Rabbit droppings sound good!
As a boy, my Dad and I would walk a large cow pasture and collect OLD cow-pies where we could see the grass growing up through the cake from below, or the seeds of Samman tree pods ("cow tamarinds") germinating in the pie, this meant that it was safe to crumble these older manure cakes around the roots of his prized Anthuriums.
I`m also interested in learning if fresh horse manure is also a ''safe'' or ''not hot'' fertilizer. Back in 1959 I recall seeing the old folks in the U.K. running out into horse parades passing by in the streets of large towns, their coal scuttles and broom in hand, to collect the just-fallen horse droppings to put fresh on their flowering shrubs. I was told that this was safe?
Date: Thu, 11 Jun 2009 10:34:41 -0500
Subject: Re: [Aroid-l] the symptom of overfertilized Amorphophallus?
Hi Andras & everyone,
I have learned that rabbit poo is a great fertilizer that isn't
considered 'hot' like most manure fertilizers/soil conditioners. I have a
couple of rabbits and tried some 'fresh' rabbit poo on a few tomatoe
plants. Some were already doing well and some were not. Now they're
all doing great. I looked this up to send out to everyone who's interested
in the organic fertilizer concept. The hay that falls under the cages (and
when I change out the bedding) is great, too. Mulch and fertilizer all in
one! I've since used it on everything from veggies to Philodendrons
and so on. Hope this helps. Most manures MUST be comoposted well
until very dry, but are still good.
Great growing to all,
"Are rabbit pellets a good soil conditioner?
Yes, rabbit manure is an excellent soil conditioner. Dr. George
Dickerson, Extension Horticulture Specialist, states that rabbit manure is "high
quality" soil conditioner. Since such manure is accumulated most often in the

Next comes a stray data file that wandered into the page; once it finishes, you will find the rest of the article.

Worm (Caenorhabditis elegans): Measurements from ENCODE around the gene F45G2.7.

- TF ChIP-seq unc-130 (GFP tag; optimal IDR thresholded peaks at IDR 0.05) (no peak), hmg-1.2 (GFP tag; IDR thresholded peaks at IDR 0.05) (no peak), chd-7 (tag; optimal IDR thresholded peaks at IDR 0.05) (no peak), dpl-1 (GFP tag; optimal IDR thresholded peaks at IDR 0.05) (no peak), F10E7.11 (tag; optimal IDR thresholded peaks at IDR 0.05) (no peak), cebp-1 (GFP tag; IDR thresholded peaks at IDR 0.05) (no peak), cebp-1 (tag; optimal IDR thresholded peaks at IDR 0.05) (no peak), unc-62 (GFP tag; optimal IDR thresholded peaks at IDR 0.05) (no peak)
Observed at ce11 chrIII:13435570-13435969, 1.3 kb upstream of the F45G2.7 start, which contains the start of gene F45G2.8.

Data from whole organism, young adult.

case of pet rabbits, there is very little likelihood of weed seeds in rabbit
manure since the rabbits are often fed prepared rabbit food which does not
contain viable weed seeds. He reminds us that there may be some weed seed in the
rabbit bedding material, but that should not be a major concern.
Rabbit manure is also less likely to burn plants than some other manures,
so it can be added directly to the garden. However, as with most manures, it can
be composted with plant material waste before being added to the soil. Manure
contains nitrogen which helps with the composting of plant wastes.
Dr. Dickerson also recommends starting a vermicompost under the rabbit
cages. Get some "compost worms" often available at fish bait stores as "red
wigglers" and release them into a pile or bin of bedding under the rabbit cage.
Then you will have a source of good manure, worm castings, and a source of
compost worms for other compost sites in your landscape. You can find more
information on vermicomposting at the NMSU Cooperative Extension Service web
----- Original Message -----
Sent: Wednesday, June 10, 2009 4:30
Subject: [Aroid-l] the symptom of
I am NOT an expert, but when I used to grow
aquatic aroids, they used to suffer "leaf burn'', and I was told that the
man-made granular AND some liquid fertilizers which contain ''salts'' were the
main cause of this problem. I was given some liquid fertilizers with a
low-salt content, and advised to use them in a weak mix more frequently, and
to allow rain to 'flush'' the soil as often as possible, I also used OLD cow
manure and WEAK mixes of fish emulsion fertilizer, this certainly improved the
leaf burn situation. Perhaps you need to reduce the amount of fertilizer
I hope that this may work for you.
Date: Mon, 8 Jun 2009 13:30:42 +0200
Subject: Re: [Aroid-l] Is this the symptom of
Thanks you for the responses. Let's see the answers:
- Sun burning and "peeling" - what means a type of mechanical damage (As
I am correct)
- Over fertilization.
Because all my plants are inside the flat and none of them are in front
of the window, the sun burst isn't my problem. As I know there was no
mechanical damage, too.
But I fertalized my plants a lot, so it seems to be the real
Thank you again Agoston and Scott!
On Mon, Jun 1, 2009 at 11:27 PM, Scott Hyndman <firstname.lastname@example.org>
This necrosis and burning of the edges of the leaf tissue
typically a symptom of over fertilization.
On May 29, 2009, at 5:44 AM, Andras Sziranyi
> Hi All,
> After few years of inactivity now
I have more time to care for
> Amorphophalluses. I have only one
specie (but one plant has
> different stub - we can discuss it later)
the A. konjac. I hold
> them inside our flat because I don't have
> Few days ago I've found that the leaves started to
searing. Here is
> a picture about this:
> Could anybody know
what wants the leaves tell me? :-)
> Andras from Budapest, Hungary
> PS: Just
imaging is here anybody from Hungary, too?